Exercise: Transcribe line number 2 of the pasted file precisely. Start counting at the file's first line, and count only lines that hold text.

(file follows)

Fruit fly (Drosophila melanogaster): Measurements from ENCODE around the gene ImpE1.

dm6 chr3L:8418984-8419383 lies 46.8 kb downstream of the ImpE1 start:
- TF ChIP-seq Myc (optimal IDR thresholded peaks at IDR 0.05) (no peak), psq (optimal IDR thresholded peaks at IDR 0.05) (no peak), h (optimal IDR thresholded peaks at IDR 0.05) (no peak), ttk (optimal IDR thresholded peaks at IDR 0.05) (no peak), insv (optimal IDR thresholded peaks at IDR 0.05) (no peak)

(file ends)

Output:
dm6 chr3L:8418984-8419383 lies 46.8 kb downstream of the ImpE1 start: